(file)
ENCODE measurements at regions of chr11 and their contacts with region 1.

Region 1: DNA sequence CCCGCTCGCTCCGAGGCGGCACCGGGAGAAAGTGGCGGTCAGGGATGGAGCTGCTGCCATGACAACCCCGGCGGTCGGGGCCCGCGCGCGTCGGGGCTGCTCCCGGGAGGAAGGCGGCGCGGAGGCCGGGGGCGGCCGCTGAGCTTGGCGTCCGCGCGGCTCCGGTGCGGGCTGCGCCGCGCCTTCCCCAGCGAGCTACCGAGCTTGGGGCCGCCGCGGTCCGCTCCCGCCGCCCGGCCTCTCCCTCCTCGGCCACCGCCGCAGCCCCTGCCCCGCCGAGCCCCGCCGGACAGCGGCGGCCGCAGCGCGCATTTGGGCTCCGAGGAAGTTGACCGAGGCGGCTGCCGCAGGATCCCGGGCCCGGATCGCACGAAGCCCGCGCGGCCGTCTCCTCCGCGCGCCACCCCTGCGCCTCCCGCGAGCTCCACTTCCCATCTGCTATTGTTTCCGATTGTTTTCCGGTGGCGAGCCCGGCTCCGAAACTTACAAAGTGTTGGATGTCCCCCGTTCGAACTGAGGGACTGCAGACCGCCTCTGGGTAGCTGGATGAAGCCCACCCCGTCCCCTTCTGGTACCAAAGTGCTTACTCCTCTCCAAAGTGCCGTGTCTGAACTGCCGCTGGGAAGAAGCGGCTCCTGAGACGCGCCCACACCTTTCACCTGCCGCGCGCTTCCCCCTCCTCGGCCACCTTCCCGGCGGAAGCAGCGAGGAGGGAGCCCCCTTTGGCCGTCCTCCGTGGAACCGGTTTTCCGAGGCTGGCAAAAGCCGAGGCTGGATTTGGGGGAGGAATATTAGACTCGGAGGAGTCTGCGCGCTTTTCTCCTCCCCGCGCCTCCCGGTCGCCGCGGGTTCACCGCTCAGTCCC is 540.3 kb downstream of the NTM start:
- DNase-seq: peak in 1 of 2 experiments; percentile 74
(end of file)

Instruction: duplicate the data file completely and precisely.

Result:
ENCODE measurements at regions of chr11 and their contacts with region 1.

Region 1: DNA sequence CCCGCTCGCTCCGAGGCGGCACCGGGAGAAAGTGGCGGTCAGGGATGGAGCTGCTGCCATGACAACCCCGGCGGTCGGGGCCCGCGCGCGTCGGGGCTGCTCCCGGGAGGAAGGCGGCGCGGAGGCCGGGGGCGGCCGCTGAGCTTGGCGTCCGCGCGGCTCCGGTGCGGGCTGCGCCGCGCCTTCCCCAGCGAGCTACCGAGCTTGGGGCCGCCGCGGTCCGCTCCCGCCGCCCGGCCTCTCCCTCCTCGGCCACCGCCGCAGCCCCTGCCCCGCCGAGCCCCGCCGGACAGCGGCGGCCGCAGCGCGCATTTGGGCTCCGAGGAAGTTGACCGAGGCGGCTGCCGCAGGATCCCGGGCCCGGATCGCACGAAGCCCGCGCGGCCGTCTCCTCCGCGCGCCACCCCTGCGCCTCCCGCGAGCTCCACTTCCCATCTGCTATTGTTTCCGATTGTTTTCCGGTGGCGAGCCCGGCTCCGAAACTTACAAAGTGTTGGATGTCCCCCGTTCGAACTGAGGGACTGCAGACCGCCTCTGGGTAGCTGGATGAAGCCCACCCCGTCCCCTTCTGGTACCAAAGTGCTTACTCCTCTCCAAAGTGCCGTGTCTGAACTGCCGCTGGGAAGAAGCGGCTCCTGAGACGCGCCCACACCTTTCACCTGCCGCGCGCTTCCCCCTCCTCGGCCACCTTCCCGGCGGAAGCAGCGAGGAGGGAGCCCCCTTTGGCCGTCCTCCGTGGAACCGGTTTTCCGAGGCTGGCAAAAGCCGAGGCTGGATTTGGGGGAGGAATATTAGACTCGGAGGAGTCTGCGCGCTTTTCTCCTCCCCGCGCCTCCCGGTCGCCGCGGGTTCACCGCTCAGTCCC is 540.3 kb downstream of the NTM start:
- DNase-seq: peak in 1 of 2 experiments; percentile 74